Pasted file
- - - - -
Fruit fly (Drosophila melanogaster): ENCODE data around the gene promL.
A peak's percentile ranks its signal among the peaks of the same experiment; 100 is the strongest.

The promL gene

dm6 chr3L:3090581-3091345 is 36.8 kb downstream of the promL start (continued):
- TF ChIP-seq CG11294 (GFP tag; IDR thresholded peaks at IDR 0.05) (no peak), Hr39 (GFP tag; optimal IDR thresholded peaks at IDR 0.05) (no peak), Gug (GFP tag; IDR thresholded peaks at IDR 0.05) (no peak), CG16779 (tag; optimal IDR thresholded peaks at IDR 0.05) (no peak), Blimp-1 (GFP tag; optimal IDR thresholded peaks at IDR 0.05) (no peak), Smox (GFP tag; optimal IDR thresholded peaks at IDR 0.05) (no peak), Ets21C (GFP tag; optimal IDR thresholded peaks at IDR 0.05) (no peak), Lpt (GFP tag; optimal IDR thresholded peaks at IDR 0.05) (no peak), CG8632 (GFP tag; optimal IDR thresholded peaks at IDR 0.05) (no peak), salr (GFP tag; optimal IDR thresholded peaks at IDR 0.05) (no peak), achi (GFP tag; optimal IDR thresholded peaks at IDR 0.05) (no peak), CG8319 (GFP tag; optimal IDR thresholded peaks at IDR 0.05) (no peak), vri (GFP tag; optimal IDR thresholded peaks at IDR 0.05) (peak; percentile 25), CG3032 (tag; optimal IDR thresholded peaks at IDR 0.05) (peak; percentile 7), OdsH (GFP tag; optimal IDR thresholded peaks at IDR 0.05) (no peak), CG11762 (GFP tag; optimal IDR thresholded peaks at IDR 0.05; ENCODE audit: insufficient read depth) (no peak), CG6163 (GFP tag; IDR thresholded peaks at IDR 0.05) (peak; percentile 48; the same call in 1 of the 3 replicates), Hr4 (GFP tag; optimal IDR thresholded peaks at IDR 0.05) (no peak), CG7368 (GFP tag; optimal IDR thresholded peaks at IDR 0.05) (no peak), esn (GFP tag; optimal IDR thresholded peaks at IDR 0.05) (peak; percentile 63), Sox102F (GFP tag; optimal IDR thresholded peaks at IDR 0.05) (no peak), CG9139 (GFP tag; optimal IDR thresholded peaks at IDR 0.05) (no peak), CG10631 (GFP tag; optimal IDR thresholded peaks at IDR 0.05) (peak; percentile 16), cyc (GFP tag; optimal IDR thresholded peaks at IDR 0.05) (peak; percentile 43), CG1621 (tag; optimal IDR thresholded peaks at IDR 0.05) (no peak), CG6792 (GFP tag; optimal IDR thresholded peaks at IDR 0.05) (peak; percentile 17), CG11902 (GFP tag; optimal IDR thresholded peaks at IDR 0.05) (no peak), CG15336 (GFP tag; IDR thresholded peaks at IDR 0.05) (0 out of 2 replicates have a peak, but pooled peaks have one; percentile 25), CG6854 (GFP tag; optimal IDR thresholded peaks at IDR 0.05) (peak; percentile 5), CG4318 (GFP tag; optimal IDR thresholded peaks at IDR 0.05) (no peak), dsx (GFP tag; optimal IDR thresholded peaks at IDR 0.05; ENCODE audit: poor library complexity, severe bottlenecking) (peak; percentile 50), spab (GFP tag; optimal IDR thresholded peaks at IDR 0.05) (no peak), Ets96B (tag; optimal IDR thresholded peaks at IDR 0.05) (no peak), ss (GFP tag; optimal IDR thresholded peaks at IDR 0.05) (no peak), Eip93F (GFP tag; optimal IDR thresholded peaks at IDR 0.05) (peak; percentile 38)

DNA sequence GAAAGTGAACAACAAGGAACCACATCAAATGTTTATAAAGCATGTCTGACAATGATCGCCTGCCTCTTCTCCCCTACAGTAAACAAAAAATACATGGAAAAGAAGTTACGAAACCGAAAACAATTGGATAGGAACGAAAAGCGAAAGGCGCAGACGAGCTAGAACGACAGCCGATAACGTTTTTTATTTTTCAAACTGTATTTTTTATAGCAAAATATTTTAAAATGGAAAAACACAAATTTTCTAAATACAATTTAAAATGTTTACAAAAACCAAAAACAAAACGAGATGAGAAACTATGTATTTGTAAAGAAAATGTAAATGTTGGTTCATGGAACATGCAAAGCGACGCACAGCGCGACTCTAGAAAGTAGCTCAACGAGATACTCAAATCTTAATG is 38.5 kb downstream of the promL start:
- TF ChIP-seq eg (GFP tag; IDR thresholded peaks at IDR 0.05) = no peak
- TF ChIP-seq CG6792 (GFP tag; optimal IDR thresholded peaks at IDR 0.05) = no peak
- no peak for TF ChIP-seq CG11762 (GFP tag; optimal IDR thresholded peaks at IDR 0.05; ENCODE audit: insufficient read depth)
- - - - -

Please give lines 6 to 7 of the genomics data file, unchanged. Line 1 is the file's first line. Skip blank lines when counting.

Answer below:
DNA sequence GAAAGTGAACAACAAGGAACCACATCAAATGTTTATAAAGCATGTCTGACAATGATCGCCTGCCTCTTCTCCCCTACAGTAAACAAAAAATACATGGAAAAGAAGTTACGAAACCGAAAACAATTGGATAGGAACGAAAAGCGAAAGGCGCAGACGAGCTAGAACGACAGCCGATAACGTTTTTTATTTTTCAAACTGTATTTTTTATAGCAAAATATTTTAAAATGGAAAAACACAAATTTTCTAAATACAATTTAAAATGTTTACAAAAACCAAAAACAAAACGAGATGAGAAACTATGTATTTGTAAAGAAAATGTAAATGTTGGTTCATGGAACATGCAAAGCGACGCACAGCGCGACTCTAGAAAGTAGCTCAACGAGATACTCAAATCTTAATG is 38.5 kb downstream of the promL start:
- TF ChIP-seq eg (GFP tag; IDR thresholded peaks at IDR 0.05) = no peak